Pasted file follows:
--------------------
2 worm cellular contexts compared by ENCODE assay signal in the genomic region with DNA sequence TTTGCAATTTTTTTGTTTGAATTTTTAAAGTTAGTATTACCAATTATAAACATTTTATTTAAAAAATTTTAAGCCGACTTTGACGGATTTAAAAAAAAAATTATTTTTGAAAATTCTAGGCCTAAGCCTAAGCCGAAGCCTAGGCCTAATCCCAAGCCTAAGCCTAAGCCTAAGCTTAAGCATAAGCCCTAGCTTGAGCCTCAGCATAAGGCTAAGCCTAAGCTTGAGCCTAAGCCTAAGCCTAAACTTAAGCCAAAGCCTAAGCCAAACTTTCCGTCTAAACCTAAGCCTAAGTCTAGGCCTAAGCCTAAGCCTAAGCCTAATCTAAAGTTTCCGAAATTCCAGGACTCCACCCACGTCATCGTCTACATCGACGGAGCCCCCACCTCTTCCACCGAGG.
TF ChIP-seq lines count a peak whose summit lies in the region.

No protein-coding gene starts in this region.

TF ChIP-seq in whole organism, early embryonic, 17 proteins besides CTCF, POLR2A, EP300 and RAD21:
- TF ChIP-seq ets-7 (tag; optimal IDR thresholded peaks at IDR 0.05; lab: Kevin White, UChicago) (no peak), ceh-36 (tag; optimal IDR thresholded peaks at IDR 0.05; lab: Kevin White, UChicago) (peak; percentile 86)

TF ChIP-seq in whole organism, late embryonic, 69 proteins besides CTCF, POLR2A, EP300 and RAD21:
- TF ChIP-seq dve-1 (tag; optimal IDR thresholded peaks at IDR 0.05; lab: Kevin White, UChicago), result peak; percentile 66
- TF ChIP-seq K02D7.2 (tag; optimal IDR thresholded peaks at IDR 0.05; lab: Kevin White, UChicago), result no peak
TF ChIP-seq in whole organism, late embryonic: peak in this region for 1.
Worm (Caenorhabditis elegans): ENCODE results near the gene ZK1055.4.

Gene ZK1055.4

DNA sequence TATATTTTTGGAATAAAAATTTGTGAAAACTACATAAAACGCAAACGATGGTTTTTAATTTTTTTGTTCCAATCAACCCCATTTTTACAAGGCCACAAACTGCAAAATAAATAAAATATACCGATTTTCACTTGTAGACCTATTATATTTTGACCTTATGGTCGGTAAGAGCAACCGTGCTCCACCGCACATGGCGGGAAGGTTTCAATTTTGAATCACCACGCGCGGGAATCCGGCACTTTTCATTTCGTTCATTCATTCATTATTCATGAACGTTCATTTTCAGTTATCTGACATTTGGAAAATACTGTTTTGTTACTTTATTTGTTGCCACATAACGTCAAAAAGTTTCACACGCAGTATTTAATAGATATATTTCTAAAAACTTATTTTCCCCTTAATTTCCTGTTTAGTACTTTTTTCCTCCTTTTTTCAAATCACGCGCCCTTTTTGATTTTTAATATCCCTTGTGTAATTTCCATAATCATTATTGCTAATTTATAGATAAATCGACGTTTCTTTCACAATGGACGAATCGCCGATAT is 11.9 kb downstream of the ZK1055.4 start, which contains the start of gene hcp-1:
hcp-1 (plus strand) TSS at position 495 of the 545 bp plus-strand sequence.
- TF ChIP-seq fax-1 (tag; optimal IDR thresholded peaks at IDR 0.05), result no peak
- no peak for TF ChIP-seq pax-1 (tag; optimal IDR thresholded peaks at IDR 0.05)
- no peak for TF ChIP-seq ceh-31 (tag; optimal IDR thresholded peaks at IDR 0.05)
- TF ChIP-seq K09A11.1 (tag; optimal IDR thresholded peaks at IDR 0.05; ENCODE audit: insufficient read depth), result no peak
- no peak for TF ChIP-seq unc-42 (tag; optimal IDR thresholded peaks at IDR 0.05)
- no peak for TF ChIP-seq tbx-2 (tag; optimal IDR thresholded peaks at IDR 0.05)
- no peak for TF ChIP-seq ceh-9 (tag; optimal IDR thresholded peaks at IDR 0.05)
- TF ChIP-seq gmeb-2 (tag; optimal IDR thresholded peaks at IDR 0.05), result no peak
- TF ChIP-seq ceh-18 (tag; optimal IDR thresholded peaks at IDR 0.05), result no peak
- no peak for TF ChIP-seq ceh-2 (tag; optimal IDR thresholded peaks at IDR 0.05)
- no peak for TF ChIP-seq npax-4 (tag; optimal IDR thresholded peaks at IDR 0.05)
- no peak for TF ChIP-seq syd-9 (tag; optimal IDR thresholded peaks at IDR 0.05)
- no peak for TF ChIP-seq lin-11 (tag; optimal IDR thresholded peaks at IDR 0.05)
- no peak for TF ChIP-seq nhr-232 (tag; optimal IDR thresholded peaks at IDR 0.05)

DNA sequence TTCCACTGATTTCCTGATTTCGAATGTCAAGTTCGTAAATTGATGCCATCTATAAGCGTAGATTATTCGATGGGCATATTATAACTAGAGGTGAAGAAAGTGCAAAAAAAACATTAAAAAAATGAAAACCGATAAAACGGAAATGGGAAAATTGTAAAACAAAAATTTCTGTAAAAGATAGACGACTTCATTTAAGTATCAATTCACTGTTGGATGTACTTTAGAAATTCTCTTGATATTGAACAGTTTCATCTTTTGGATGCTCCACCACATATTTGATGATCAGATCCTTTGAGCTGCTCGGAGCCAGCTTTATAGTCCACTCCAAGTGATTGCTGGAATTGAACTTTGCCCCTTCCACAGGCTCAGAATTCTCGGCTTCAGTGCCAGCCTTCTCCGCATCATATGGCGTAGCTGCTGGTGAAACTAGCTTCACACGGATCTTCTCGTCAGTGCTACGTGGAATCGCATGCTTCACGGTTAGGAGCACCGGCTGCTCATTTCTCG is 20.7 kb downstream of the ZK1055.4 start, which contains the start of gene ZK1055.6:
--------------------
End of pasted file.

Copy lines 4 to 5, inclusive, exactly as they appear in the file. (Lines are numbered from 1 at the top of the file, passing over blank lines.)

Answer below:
TF ChIP-seq in whole organism, early embryonic, 17 proteins besides CTCF, POLR2A, EP300 and RAD21:
- TF ChIP-seq ets-7 (tag; optimal IDR thresholded peaks at IDR 0.05; lab: Kevin White, UChicago) (no peak), ceh-36 (tag; optimal IDR thresholded peaks at IDR 0.05; lab: Kevin White, UChicago) (peak; percentile 86)